The predominant cell type in the wall of the vaginal canal is the vaginal epithelial cell. We have shown that cultured vaginal epithelial cells (VEC) respond to yeast infections by activation of toll-like receptors which initiate intracellular signal transduction pathways that can induce production and secretion of pro-inflammatory cytokines [1]. Recent studies have shown that heat-labile molecules from vaginal epithelial cells recruit inflammatory cells to the site of infection [2]. In the vaginal tissue, those cytokines recruit immune cells from other parts of the body that cause the symptoms of inflammation at the site of infection.

Vaginal epithelial tissues are exposed to infectious agents and FDA-regulated products used for contraception and prevention of sexually transmitted diseases. Drugs, such as microbicides and protease inhibitors for HIV prophylaxis, that can be applied with conventional intravaginal drug delivery systems using gels or vaginal rings for prevention and treatment of sexually transmitted diseases, have limited effectiveness because of poor distribution and retention in the vaginal tissues [3, 4]. This factor, as well as the need for safe and simple patient self-administration, has prompted research and development of nanoparticle-based drug delivery systems that penetrate vaginal tissues.

Nanoparticles are particulate materials in size ranges from 1 to 100 nm that have physical properties that make them intriguing additives for enhanced delivery of drugs; however, some forms can be inflammatory because of the same properties that make them desirable as drug carriers, e.g., their unique oxidative properties and propensity for cellular internalization [5]. Polymeric nanoparticles can provide controlled release of microbicide, but must have surfaces modified to decrease adherence to mucous that washes them away from the vaginal mucosa [6]. Polymeric nanoparticles were able to deliver small-interfering RNA molecules into epithelial cells of mice after intravaginal delivery, and they did not induce inflammatory responses, compared to lipid-based delivery vehicles [7]. An example of another intravaginal drug-delivery nanotechnology product has been tested in a recent human drug trial; a microbicidal chemical that has properties that allow it to form dendrimer nanoparticles was prepared and given to women by the vaginal route of administration [8]. It was evaluated for the ability to inactivate HIV and to cause irritation to the vaginal tracts of the subjects. The product was tolerated by the subjects and could inhibit viral infection of cell cultures after it was recovered from the subjects. Some of the women in the trial reported adverse events, including vaginal C. albicans infections, which was not significantly different than placebo controls [9].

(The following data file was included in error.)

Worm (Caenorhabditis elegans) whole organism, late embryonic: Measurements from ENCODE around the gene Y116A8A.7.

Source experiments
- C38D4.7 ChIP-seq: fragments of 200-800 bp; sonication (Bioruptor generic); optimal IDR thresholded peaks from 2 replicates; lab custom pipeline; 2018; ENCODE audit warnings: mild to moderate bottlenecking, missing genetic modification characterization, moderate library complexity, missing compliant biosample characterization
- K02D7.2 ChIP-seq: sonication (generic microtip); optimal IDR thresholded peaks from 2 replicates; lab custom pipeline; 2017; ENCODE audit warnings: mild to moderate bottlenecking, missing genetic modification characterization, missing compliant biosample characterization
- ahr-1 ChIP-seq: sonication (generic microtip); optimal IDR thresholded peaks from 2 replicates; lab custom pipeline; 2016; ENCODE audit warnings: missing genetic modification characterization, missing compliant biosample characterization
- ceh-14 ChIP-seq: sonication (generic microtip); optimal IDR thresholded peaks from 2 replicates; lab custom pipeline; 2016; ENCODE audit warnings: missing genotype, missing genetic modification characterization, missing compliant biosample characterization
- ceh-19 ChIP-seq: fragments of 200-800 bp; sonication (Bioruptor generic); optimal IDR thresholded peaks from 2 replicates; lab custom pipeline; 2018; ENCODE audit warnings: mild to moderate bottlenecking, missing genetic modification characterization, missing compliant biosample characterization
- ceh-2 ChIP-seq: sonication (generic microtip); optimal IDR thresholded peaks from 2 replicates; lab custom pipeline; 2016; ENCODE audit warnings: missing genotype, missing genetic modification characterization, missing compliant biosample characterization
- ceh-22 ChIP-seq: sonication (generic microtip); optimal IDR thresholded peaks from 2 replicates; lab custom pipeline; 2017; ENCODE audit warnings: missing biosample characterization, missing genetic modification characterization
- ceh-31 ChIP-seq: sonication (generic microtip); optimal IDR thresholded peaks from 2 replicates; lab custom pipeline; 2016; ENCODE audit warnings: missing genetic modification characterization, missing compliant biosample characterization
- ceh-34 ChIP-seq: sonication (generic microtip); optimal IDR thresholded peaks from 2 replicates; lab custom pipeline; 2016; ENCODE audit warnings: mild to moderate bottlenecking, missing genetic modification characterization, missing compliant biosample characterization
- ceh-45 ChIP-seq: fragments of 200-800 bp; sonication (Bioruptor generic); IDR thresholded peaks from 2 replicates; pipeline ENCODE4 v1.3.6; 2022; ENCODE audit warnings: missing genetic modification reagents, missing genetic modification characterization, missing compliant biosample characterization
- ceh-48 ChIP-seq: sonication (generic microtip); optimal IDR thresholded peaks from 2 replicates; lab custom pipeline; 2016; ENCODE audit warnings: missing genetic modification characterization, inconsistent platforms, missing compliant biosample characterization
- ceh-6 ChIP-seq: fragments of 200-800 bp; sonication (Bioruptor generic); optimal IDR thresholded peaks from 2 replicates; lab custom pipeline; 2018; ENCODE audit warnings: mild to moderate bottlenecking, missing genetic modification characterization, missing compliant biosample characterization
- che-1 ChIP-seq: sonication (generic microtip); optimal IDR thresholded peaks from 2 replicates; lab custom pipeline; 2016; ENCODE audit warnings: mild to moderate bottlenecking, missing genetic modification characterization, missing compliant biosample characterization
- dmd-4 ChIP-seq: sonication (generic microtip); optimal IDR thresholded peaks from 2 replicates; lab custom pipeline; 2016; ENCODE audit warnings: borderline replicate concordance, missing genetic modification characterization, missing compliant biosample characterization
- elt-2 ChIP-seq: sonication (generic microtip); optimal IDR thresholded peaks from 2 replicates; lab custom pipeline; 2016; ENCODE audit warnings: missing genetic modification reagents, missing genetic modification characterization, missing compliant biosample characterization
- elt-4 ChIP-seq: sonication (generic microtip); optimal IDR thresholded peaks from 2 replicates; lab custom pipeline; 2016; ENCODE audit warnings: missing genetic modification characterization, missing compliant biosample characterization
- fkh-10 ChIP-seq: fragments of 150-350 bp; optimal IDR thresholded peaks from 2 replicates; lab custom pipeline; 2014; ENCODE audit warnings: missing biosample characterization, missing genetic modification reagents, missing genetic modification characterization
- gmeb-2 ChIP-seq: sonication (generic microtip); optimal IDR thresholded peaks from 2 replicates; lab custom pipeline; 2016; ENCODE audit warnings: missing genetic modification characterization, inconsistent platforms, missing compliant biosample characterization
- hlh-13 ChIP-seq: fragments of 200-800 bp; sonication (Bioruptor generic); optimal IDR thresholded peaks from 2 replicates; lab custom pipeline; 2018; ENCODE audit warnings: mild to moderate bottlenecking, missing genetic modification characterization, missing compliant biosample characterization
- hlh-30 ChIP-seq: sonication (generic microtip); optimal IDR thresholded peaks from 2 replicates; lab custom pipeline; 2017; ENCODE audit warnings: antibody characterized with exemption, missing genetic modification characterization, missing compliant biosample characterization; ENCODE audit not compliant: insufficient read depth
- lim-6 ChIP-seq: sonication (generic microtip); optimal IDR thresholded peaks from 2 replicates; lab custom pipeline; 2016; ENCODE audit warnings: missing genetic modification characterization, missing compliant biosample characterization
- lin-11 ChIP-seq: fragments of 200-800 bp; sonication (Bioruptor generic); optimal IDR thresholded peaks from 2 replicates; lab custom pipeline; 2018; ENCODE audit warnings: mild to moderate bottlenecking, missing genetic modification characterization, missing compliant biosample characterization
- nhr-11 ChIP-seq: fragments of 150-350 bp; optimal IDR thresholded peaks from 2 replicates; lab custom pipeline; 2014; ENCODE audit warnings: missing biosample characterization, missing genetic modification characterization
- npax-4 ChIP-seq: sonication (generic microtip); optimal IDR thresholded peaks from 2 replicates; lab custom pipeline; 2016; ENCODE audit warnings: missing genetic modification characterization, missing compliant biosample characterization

Other forms of nanoparticle drug delivery are also of interest. The PLGA polymers are used in medical devices because they are biodegradable and non-toxic. Thus, nanoparticles made of PLGA have attracted attention as potential carriers of drugs in the body. A major application for these drug carriers is to provide a persistent controlled-release dose of microbicidal drug in the vaginal tract to inhibit sexually transmitted infections [6, 10]. Inflammatory responses to PLGA nanoparticles in rodent models have been described, which implies that they might affect pro-inflammatory responses by vaginal tissues to C. albicans infections [10].